Author: Ryan

Los Angeles turns off water supply after record-breaking rains

Los Angeles turns off water supply after record-breaking rains

L.A. water use plummets during hot summer amid calls to conserve during drought.

Los Angeles switched off its water supply after last month’s unusually hot and dry Los Angeles was forced to shut off some of its water system to protect the public from the rising risk of water supply cuts and threats to the community’s health, according to the city’s utilities department.

The utility agency said the city now will turn off water from the main distribution trunk for two hours a day beginning June 19 to preserve water pressure. But the agency made clear that the city planned to resume using water from the system to protect other vital services — including firefighting and police safety — with little sign of a drop-off in customer demand for those services.

“They will make adjustments as they go, but the city is not expecting any interruption to city operations,” said Matt Roberts, spokesman for Los Angeles Department of Water and Power. “Once customers see the quality of the city’s water and understand how essential it is to the city’s infrastructure, they will start purchasing less.”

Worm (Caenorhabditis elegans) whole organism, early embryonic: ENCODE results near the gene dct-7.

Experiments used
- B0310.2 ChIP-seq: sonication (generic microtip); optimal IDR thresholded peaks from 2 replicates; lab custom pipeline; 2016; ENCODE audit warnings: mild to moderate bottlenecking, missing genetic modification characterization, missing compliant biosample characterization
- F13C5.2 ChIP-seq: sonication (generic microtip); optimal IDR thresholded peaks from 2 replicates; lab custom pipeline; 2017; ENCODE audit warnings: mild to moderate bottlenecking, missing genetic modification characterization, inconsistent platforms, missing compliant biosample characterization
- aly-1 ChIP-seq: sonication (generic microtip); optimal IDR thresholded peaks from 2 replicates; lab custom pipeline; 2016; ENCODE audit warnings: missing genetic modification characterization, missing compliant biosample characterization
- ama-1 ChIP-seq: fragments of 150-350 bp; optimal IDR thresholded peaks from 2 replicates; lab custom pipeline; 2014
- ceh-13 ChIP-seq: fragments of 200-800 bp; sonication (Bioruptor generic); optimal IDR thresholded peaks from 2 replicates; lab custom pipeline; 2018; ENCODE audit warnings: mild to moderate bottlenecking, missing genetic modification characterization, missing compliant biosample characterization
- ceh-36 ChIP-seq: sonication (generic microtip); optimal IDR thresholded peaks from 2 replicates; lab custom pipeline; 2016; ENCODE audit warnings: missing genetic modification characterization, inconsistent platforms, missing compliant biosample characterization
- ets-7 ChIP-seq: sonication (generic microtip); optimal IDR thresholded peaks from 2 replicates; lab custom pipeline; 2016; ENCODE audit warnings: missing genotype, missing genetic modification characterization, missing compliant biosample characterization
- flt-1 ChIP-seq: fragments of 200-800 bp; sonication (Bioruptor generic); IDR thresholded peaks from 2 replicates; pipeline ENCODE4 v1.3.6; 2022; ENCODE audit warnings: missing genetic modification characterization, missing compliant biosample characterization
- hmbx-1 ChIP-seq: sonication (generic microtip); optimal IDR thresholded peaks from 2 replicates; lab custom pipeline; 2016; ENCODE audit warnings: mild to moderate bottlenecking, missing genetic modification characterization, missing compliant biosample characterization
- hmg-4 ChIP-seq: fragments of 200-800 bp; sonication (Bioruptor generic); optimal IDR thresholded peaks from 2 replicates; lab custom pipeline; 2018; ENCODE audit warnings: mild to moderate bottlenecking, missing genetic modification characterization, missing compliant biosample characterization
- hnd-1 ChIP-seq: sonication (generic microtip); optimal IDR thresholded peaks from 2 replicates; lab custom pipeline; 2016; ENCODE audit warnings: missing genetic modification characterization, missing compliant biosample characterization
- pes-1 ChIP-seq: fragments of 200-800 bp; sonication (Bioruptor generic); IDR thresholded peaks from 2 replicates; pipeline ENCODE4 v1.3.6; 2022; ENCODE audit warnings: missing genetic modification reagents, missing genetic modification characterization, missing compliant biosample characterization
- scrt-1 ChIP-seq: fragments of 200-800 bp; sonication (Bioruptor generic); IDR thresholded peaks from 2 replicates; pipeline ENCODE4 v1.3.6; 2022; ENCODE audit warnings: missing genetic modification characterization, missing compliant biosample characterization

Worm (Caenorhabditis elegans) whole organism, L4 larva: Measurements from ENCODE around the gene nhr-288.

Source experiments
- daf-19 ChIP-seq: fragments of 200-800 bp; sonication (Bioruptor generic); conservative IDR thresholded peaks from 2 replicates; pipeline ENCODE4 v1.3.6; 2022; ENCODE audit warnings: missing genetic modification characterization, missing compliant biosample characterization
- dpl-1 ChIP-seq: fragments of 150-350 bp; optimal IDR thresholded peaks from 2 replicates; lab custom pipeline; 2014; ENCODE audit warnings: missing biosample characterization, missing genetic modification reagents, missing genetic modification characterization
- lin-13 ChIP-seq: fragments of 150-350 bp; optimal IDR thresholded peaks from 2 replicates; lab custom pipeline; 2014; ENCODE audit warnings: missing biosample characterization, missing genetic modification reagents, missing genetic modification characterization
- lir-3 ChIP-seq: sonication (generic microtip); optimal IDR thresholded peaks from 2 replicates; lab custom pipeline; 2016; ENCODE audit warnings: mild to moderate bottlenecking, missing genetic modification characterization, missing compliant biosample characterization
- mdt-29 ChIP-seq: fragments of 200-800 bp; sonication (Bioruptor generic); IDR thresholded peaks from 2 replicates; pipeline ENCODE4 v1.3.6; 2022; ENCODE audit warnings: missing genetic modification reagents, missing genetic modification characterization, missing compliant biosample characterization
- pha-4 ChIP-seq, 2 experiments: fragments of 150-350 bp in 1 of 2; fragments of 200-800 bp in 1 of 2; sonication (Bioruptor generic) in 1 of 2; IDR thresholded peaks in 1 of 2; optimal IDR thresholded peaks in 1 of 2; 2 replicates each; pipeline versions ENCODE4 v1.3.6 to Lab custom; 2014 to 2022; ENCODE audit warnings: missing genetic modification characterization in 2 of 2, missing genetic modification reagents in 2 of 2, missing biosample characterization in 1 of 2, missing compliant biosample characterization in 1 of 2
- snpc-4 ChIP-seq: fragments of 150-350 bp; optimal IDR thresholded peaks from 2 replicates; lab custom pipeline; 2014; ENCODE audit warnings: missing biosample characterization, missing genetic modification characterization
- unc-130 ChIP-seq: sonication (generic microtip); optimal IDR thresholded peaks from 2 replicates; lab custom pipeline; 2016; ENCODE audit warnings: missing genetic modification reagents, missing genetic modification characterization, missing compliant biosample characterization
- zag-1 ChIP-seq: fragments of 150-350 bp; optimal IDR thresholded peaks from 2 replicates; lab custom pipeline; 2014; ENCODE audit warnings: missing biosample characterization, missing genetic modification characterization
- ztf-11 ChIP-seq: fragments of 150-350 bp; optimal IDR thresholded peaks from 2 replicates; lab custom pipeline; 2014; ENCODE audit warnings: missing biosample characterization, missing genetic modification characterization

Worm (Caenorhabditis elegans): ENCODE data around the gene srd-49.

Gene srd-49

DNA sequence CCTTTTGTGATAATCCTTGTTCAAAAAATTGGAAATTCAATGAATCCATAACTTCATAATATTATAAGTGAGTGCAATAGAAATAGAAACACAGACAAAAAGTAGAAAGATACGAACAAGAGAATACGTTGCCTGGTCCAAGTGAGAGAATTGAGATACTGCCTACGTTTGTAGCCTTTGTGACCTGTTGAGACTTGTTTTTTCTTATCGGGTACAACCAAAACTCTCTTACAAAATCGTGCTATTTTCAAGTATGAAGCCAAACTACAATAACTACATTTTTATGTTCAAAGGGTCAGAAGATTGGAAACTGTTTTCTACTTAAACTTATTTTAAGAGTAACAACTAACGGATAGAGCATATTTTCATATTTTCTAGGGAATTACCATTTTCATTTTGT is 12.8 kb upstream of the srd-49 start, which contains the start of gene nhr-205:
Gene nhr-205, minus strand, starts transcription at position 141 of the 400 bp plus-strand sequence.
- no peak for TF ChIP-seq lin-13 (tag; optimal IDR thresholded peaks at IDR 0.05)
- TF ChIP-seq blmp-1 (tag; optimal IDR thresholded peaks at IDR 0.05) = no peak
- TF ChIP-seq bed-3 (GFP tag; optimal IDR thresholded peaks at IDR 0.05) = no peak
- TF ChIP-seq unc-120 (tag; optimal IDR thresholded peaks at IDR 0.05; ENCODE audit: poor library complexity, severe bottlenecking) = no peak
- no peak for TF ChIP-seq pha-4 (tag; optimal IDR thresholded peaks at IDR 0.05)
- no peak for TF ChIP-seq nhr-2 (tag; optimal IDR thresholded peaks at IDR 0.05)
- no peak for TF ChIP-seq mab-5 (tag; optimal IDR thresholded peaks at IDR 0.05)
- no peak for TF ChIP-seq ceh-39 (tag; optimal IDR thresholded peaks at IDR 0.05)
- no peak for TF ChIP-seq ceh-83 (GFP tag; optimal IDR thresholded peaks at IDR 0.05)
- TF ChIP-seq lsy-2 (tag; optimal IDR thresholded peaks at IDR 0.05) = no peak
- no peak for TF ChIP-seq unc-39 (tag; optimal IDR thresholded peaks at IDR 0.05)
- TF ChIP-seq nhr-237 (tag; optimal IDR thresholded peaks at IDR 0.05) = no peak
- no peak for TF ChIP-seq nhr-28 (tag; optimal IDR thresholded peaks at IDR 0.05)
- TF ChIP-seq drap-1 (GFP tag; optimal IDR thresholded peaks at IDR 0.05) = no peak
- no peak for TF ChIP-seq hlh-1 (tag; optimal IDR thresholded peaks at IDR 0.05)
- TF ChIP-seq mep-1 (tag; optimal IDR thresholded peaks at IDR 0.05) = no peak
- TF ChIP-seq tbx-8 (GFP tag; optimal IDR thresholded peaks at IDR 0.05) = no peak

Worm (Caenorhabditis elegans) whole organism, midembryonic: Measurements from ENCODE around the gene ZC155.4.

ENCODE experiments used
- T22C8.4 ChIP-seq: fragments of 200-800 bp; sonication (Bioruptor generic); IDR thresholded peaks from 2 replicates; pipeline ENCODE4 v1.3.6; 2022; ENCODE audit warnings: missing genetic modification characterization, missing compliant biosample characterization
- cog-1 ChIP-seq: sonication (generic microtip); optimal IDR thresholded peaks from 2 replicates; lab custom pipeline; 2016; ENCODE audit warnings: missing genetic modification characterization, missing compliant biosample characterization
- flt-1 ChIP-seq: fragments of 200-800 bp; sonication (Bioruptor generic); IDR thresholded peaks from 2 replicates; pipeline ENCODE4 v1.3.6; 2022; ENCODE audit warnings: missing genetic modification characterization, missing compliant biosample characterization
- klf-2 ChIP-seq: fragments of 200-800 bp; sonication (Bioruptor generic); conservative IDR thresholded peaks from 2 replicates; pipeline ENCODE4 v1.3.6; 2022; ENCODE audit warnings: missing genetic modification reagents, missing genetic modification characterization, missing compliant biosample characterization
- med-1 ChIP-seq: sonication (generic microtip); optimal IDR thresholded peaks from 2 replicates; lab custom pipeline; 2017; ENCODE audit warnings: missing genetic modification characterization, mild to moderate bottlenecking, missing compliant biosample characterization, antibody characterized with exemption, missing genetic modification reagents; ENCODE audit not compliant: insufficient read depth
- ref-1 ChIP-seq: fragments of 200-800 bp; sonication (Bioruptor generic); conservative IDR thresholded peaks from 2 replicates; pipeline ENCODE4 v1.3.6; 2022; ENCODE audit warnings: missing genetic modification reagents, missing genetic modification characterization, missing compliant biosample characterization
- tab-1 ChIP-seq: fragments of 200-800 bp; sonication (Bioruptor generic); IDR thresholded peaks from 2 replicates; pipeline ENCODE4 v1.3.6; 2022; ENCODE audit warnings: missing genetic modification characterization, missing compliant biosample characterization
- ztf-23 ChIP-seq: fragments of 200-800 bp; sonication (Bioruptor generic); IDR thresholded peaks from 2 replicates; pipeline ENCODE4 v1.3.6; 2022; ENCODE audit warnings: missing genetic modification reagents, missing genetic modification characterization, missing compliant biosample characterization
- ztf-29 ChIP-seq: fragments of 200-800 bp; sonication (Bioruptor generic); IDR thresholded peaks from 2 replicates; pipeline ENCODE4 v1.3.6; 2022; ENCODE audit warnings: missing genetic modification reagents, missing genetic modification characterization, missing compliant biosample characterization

The city’s utilities department said it was the first time residents had been given a choice when to turn off their water — and that it was a rare sign that residents, both public and private, understand how essential water is to the city.

“We’ve taken the time to educate the public on our water system and the importance of conserving,” said Richard Haggerty, the utility’s general manager. “Even before this year’s record amount of rain we were using far less water than we did a few years ago. We encourage the community to consider the long term and invest in water efficiency.”

The city said the decision to shut off some water distribution systems is expected to spare about 2% — or 5,000 customers — because the utility does not use water from those facilities to run day-to-day operations.

Los Angeles has long used a practice known as “dual control,” which allows residents to use up to 50% of their water for irrigation. But last year, the city said it would begin using water from the main trunk if residents do

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